We’ve Been Here Before
Although the two initiatives are not identical, Uber and Lyft’s strategy for their Proposition 22 campaign resembles the hospitals’ campaign against safe patient ratios when that question was on the ballot in Massachusetts 2 years ago.
In the nurses’ case, it was the nurses union that introduced the ballot initiative after being unsuccessful at the legislative level. Although the nurses union started off with overwhelming support, the hospitals used a combination of misinformation, big-money advertising, and messaging through their patient portals.
The nurses union relied on the public trust of nurses, centering nurses’ voices at the core of their campaign. And initially this was highly successful. Except the hospitals easily hired actors to dress up in scrubs and claim the mantle of a nurse. They introduced the idea that many nurses opposed safe patient limits, just as Uber and Lyft argued that many drivers did not want additional rights. And unfortunately, this messaging works, to a degree. Many nurses were scared into submission, just as many drivers falsely believe that winning employment rights will lead to a limitation on flexibility or drive the companies out of business altogether.
In both cases, the public believed that they were doing the right thing. But with unlimited treasuries, the companies were successful in confusing the public into voting against the interests of the workers.
Will Proposition 22 Impact Massachusetts?
Proposition 22 only applies to California. Massachusetts already has strong laws against misclassification, which have only begun to be enforced after BIDG pushed Massachusetts Attorney General Maura Healey to sue the TNCs.
However, there is speculation that Uber and Lyft will take their victory in California and spread it far and wide. Uber and Lyft will not be able to get a ballot initiative before voters until 2022. But they could take their scheme of poverty wages and push it through the state legislator. Uber and Lyft may find it more challenging to convince legislators that denying rideshare drivers basic worker rights is for their own benefit. But we know that money talks.
In order to protect against this possibility, the Boston Independent Drivers Guild is leading an offensive fight against Uber and Lyft at the State House. Our Rideshare Drivers Bill of Rights will increase drivers pay, create a path to unionization, guarantee benefits, protect driver flexibility, restore surge pricing, protect against passenger harassment, and win millions for drivers and for the public.
As in California, Uber and Lyft will undoubtedly try to buy endorsements from trusted non-profit organizations. Therefore, drivers must act now to build as broad a coalition of supporters as possible, in order to protect against misinformation.
Next Steps For the Drivers Movement
California was arguably leading our movement, and winning the biggest victories for rideshare drivers. Now our allies there have been seriously set back. We do not doubt that the members of Rideshare Drivers United and other California-based groups will continue to build driver power and lead fighting campaigns. But at least for now, they will not be at the forefront of the national movement, setting expectations for the rest of the country.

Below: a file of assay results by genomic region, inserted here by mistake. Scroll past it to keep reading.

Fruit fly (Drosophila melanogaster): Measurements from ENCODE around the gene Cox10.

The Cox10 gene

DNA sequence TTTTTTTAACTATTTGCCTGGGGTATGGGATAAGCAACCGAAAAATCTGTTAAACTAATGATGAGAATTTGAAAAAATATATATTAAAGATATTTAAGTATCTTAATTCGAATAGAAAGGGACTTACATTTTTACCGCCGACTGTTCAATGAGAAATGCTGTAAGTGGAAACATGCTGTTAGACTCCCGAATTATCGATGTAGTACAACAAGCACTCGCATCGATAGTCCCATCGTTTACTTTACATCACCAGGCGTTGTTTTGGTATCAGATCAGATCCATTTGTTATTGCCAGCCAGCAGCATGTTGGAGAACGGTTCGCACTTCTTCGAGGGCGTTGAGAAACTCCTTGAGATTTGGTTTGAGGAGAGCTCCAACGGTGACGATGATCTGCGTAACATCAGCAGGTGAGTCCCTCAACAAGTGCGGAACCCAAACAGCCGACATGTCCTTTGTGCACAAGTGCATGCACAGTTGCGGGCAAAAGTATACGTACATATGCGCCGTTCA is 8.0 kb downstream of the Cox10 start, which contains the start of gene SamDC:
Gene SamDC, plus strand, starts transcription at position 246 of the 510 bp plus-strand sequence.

This defeat in California is doubly concerning, because the drivers movement was well organized and professional there more than anywhere else. RDU has over 17,000 members, and has brought drivers on as paid organizers to strengthen and deepen their work.
BIDG and other driver groups outside of California need to step up our organizing. We need to engage many more drivers, raise more resources, hire professional organizers, build broad coalitions, and generally strengthen our ‘subjective factor,’ or our independent organization strength. Proposition 22 did not at all prove that the public does not support drivers, but only shows that the public, in its desire to support drivers, is easily misled. All the public support in the world is worth nothing if our movement is not strong enough to capture and direct it in a productive direction.
Possibly the single most important step forward for the drivers movement would be to establish a national center. There have been various attempts to bring the various drivers groups together, and many US drivers groups joined the International Alliance of App-Based Transport Workers this year. However, there is no center in the US which is providing direction and assistance to the various drivers groups.
The US labor movement could do better in leading the fight for drivers’ rights. Multiple national unions including SEIU, the Teamsters, UFCW, the Machinists, and CWA are already organizing drivers. It would be preferable if the AFL-CIO would designate a single national union to lead driver organizing, as drivers do not benefit from a multitude of unions who are essentially in competition with each other. Unions put millions of dollars to defeat Proposition 22, as they should. However, this money could have been invested years ago in order to build lasting power, rather than being dropped last minute to defend against a massive corporate onslaught.
The political left can also play a large role in the fight for drivers’ rights. Organizations like the Democratic Socialists of America can support national and local efforts, and encourage their members to volunteer to help build the drivers movement. Considering the thin layer of drivers activists, even 100 socialist volunteers around the country could double the organizing capabilities of the drivers’ movement.
The passage of Proposition 22 will have a big impact on the drivers movement, including here in Massachusetts. California will need time to reorientate to their next campaign. Now it is up to Massachusetts drivers to set the pace and show an example to drivers around the world.
The basics remain the same: Bring drivers together. Share our story. Demand raises, rights, and respect. We will never surrender to our corporate masters. We will fight on.